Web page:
Posted by , Jun 17, 2016 at 05:26pm
Producer Brandon Parrott believes that Dr. Dre and 50 Cent pimped him out of any money on "P.I.M.P.", the 2003 "Get Rich or Die Tryin'" single.

50 Cent and Dr. Dre are now being sued over "P.I.M.P," one of a handful of classic tracks off 50's Get Rich or Die Tryin', released via Aftermath Entertainment. The "P.I.M.P." production credits go to Mr. Porter and Brandon Parrott, the latter whom apparently never got paid for the now-Gold certified track. Well, he did sign some sort of settlement deal upon the track's release, but he's now asserting that Aftermath basically stole his track and then framed it as an "honest mistake," reports TMZ

Back in 2001, about two years before the release of Get Rich or Die Tryin', Parrott claims that he sent Dr. Dre 10 beats with the hope that the Aftermath boss would be interested in placing them with some of his label's artists. Not only was the pack opened, but one of its beats (called "BAMBA," says Parrott) ended up being used on "P.I.M.P." 

Shortly before Get Rich or Die Tryin' would hit retailers, Parrott alleges that he received a call from an undisclosed Aftermath producer, perhaps Mr. Porter, who told him that his track ("BAMBA") had ended up on the final edit of "P.I.M.P." Said producer apparently had no idea that Parrott's work had been used in the song, which was released as a single six months after GRODT's release. 

Parrott admits that he initially believed the story that was told to him -- that it was wholly accidental that his production was incorporated into a 50 Cent song. And because it was an "honest mistake," he agreed to sign a settlement deal. 

Now, however, Parrott claims to have heard interviews that prove that the beat-jacking wasn't accidental, implying that Aftermath deliberately tried to manipulate him. His settlement deal presumably didn't earn him the amount of money that he's entitled to as one of the song's producers, so he's now fighting to claim his lost royalties. As TMZ reports that Dre and 50 (and not Porter) are the targets of the lawsuit, it would seem that the interview evidence Parrott speaks of involves the two of them. The amount of the lawsuit is not yet known. 

And if you don't care about this story at all, at least take the time to bump the tried-and-true classic below.  

Producer Claims Dr. Dre & 50 Cent Deliberately Cut Him Out Of "P.I.M.P." Money

Producer Brandon Parrott believes that Dr. Dre and 50 Cent pimped him out of any money on "P.I.M.P.", the 2003 "Get Rich or Die Tryin'" single.


50 Cent and Dr. Dre are now being sued over "P.I.M.P," one of a handful of classic tracks off 50's Get Rich or Die Tryin', released via Aftermath Entertainment. The "P.I.M.P." production credits go to Mr. Porter and Brandon Parrott, the latter whom apparently never got paid for the now-Gold certified track. Well, he did sign some sort of settlement deal upon the track's release, but he's now asserting that Aftermath basically stole his track and then framed it as an "honest mistake," reports TMZ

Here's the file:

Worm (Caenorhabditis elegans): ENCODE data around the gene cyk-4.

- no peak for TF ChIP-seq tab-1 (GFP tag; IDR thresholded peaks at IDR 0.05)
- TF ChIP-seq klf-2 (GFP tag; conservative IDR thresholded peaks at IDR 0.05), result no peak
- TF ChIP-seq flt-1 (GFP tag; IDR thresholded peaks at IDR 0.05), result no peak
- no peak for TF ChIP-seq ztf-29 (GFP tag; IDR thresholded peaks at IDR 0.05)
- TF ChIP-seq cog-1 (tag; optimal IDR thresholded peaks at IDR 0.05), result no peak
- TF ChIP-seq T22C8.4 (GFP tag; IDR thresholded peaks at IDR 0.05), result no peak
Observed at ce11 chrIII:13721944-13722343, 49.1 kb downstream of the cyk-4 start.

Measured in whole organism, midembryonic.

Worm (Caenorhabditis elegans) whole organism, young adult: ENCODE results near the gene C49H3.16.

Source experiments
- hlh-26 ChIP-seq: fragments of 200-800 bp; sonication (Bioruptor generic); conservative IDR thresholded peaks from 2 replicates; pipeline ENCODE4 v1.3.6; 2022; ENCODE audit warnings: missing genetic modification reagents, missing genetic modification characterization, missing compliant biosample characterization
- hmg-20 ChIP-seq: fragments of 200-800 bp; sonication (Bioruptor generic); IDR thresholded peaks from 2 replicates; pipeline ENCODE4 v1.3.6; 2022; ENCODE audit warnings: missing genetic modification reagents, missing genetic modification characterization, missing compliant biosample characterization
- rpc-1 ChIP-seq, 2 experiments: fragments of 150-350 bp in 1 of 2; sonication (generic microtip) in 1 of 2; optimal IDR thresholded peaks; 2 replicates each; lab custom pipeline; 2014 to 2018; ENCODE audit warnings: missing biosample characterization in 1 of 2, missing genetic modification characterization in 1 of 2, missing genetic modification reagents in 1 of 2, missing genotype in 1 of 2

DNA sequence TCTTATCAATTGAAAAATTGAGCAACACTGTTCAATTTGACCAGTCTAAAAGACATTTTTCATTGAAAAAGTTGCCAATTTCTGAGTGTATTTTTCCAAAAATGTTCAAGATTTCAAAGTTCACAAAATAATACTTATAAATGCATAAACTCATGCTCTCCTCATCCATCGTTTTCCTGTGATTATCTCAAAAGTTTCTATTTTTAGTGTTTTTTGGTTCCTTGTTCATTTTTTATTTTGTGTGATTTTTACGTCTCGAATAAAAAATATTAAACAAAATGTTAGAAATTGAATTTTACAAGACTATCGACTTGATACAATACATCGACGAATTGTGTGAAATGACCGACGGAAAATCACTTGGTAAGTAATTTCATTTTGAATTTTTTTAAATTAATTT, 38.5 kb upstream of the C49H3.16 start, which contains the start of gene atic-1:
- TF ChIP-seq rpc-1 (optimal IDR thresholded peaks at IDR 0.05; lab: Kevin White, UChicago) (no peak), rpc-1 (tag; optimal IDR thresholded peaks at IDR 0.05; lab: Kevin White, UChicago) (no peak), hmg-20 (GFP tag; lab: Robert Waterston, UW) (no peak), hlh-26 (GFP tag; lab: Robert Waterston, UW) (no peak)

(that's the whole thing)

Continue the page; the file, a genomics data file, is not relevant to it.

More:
Back in 2001, about two years before the release of Get Rich or Die Tryin', Parrott claims that he sent Dr. Dre 10 beats with the hope that the Aftermath boss would be interested in placing them with some of his label's artists. Not only was the pack opened, but one of its beats (called "BAMBA," says Parrott) ended up being used on "P.I.M.P." 

Shortly before Get Rich or Die Tryin' would hit retailers, Parrott alleges that he received a call from an undisclosed Aftermath producer, perhaps Mr. Porter, who told him that his track ("BAMBA") had ended up on the final edit of "P.I.M.P." Said producer apparently had no idea that Parrott's work had been used in the song, which was released as a single six months after GRODT's release. 

Parrott admits that he initially believed the story that was told to him -- that it was wholly accidental that his production was incorporated into a 50 Cent song. And because it was an "honest mistake," he agreed to sign a settlement deal. 

Now, however, Parrott claims to have heard interviews that prove that the beat-jacking wasn't accidental, implying that Aftermath deliberately tried to manipulate him. His settlement deal presumably didn't earn him the amount of money that he's entitled to as one of the song's producers, so he's now fighting to claim his lost royalties. As TMZ reports that Dre and 50 (and not Porter) are the targets of the lawsuit, it would seem that the interview evidence Parrott speaks of involves the two of them. The amount of the lawsuit is not yet known. 

And if you don't care about this story at all, at least take the time to bump the tried-and-true classic below.  

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